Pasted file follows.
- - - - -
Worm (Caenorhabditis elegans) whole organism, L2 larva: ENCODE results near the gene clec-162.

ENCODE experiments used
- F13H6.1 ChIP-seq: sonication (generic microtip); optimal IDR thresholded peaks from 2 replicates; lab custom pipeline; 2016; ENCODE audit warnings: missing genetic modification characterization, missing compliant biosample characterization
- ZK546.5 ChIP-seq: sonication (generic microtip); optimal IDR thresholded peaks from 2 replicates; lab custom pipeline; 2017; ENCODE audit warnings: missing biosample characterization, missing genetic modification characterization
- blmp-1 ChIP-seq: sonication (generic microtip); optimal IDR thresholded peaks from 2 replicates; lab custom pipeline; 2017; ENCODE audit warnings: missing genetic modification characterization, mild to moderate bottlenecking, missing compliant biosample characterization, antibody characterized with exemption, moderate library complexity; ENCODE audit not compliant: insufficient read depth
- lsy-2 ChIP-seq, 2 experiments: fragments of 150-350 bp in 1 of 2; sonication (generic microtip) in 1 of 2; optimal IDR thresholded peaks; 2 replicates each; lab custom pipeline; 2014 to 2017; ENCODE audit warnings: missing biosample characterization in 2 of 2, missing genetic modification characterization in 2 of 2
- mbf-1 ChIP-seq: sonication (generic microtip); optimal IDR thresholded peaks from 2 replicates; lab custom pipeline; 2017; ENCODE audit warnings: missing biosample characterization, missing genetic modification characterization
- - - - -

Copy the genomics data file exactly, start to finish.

Worm (Caenorhabditis elegans) whole organism, L2 larva: ENCODE results near the gene clec-162.

ENCODE experiments used
- F13H6.1 ChIP-seq: sonication (generic microtip); optimal IDR thresholded peaks from 2 replicates; lab custom pipeline; 2016; ENCODE audit warnings: missing genetic modification characterization, missing compliant biosample characterization
- ZK546.5 ChIP-seq: sonication (generic microtip); optimal IDR thresholded peaks from 2 replicates; lab custom pipeline; 2017; ENCODE audit warnings: missing biosample characterization, missing genetic modification characterization
- blmp-1 ChIP-seq: sonication (generic microtip); optimal IDR thresholded peaks from 2 replicates; lab custom pipeline; 2017; ENCODE audit warnings: missing genetic modification characterization, mild to moderate bottlenecking, missing compliant biosample characterization, antibody characterized with exemption, moderate library complexity; ENCODE audit not compliant: insufficient read depth
- lsy-2 ChIP-seq, 2 experiments: fragments of 150-350 bp in 1 of 2; sonication (generic microtip) in 1 of 2; optimal IDR thresholded peaks; 2 replicates each; lab custom pipeline; 2014 to 2017; ENCODE audit warnings: missing biosample characterization in 2 of 2, missing genetic modification characterization in 2 of 2
- mbf-1 ChIP-seq: sonication (generic microtip); optimal IDR thresholded peaks from 2 replicates; lab custom pipeline; 2017; ENCODE audit warnings: missing biosample characterization, missing genetic modification characterization